Blue-Green Algae: Know the Risks and How to Protect Yourself
Written by admin, August 20, 2014
August 20, 2014 – The Peterborough Public Health is advising local residents to protect themselves from blue-green algae which may bloom on area lakes.
The Public Health with the assistance of the Ministry of the Environment and Climate Change is monitoring lakes in Peterborough County and City area. To date, no reports have been received of the presence or confirmation of blue-green algae this season.
“Residents should visit the Public Health’s website or call us for information about what to look for before swimming or consuming water if they suspect a bloom in their area,” said Atul Jain, Manager of Inspection Services Programs at Public Health. “Just as we’ve all learned how to avoid poison ivy and sunburns, it’s important to know how to protect ourselves from blue-green algae so everyone can still safely enjoy the outdoors.”
Blue-green algae are a type of bacteria, called cyanobacteria that are known for rapidly reproducing and collecting to form large, highly visible blooms throughout the water column, on the surface of water as a scum, or on the lake bottom as a mat. These blooms are not only unsightly and smelly: some species of cyanobacteria can also release poisons, called cyanobacterial toxins, when the cells that make up the bloom rupture or die.
To report a blue-green algae bloom, residents are advised to contact the Ministry of the Environment and Climate Change at 1-800-268-6060.
The risk to humans is primarily from drinking water that has been contaminated with toxins from a dense algae bloom. Fortunately, there have been no human deaths attributed to drinking water containing cyanobacterial toxins, but the toxins may cause headaches, fever, nausea, vomiting, abdominal pain or diarrhea. Long-term consumption of water containing high levels of cyanobacterial toxins may cause neurological or liver problems. If allowed, farm animals and pets may consume large quantities of heavily contaminated water, resulting in sickness or death.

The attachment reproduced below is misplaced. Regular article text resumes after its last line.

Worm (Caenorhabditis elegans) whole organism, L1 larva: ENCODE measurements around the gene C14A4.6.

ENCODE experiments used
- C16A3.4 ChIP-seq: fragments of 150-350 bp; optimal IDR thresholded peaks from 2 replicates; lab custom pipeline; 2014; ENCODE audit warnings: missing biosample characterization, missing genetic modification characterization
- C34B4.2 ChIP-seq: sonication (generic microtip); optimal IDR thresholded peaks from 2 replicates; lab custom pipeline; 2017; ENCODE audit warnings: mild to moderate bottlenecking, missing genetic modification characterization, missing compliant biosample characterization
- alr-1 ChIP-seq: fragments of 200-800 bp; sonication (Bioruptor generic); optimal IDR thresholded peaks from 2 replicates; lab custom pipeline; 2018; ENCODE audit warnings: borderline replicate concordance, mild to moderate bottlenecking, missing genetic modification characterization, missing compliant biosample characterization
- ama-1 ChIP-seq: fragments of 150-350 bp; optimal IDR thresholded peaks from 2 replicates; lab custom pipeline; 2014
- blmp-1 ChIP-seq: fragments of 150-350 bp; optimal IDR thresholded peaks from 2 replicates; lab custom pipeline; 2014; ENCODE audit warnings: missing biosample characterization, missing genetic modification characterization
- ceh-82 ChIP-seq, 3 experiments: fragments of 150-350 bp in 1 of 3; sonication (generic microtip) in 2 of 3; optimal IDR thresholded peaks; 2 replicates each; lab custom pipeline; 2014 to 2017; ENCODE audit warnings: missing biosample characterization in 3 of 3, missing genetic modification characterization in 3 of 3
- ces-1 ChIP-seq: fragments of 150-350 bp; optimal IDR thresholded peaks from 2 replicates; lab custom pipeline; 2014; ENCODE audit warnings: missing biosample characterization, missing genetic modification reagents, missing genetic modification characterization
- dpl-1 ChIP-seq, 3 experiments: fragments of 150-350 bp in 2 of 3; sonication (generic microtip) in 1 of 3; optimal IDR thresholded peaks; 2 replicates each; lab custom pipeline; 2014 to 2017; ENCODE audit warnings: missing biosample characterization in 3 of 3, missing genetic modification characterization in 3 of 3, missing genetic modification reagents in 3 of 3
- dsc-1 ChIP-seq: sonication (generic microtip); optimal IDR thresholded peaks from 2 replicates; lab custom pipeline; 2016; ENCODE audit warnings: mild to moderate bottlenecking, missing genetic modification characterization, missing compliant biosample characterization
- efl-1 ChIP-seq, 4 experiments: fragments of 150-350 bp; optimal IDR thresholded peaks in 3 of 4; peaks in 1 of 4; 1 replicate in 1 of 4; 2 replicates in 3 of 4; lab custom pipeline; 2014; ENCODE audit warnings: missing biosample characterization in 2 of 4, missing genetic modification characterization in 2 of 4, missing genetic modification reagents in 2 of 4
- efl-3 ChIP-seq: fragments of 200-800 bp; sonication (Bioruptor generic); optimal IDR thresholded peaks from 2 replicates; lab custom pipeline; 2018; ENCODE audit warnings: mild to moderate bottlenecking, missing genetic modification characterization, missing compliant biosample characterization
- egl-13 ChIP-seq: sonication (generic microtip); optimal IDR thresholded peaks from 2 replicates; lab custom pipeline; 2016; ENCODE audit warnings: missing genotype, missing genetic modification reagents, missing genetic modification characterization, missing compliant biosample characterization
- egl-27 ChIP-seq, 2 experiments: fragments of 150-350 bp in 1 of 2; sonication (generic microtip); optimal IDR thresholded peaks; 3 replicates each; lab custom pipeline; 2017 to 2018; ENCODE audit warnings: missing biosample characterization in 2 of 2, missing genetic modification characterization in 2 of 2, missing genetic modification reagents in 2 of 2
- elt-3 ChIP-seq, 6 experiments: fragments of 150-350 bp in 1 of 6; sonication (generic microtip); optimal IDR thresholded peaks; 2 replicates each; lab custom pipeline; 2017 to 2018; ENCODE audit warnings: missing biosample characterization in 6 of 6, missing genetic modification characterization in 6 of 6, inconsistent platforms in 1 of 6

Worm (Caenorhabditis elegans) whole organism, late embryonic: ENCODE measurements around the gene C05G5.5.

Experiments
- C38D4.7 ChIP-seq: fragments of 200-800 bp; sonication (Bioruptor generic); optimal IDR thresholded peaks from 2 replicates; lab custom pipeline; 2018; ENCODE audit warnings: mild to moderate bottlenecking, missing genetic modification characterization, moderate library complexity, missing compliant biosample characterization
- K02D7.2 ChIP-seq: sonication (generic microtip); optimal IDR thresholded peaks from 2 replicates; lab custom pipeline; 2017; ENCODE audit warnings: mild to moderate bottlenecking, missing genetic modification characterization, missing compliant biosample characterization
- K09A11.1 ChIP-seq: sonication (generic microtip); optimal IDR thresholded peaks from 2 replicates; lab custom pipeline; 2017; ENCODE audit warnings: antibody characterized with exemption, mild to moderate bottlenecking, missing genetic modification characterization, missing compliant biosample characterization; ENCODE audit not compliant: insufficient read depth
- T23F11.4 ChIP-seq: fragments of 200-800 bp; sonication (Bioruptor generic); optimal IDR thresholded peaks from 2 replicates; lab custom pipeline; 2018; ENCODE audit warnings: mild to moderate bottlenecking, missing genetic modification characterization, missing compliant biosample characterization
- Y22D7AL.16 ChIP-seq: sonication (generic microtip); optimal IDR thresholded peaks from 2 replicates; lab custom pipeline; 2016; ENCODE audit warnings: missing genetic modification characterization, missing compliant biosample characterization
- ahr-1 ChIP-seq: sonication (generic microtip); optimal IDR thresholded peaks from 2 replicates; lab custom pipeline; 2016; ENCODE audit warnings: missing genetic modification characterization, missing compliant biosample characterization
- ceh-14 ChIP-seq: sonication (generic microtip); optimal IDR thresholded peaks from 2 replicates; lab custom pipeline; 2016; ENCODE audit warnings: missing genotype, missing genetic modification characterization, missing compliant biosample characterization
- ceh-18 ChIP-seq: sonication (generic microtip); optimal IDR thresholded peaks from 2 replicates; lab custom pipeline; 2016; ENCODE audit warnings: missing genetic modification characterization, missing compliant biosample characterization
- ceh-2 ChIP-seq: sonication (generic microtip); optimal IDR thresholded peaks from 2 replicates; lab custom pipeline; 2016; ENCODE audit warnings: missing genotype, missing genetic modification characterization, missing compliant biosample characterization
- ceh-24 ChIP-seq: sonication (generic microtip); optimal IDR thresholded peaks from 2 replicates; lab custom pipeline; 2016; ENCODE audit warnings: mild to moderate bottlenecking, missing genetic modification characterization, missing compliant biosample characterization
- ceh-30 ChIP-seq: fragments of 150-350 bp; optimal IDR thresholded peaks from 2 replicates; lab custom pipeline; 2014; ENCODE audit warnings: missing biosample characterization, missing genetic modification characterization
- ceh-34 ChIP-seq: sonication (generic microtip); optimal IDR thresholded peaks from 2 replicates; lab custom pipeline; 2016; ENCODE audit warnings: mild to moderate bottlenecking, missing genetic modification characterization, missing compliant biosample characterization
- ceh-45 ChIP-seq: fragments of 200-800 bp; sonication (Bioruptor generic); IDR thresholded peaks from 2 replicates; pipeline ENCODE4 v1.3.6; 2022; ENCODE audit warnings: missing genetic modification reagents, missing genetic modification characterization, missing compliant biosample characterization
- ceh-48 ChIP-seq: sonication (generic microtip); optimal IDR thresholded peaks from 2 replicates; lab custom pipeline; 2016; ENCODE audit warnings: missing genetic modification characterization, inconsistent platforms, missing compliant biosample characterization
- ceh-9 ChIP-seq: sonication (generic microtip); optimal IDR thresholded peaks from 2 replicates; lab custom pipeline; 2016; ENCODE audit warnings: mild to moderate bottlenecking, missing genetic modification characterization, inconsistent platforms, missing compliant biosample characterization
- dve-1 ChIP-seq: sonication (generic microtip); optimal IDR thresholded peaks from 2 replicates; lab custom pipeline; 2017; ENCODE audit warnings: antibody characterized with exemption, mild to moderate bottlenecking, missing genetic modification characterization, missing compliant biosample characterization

Some individuals are sensitive to blue-green algae, and may develop a mild skin rash or eye irritation even if there is no toxin produced by the bloom. Some individuals will have no reaction.
For more information on blue-green algae, and precautions to be taken before swimming in or consuming water where there has been an algae bloom, go to www.peterboroughpublichealth.ca, click on “My Home & Environment” and visit the webpage dedicated to blue-green algae.
For further information, please contact:
705-743-1000, ext. 391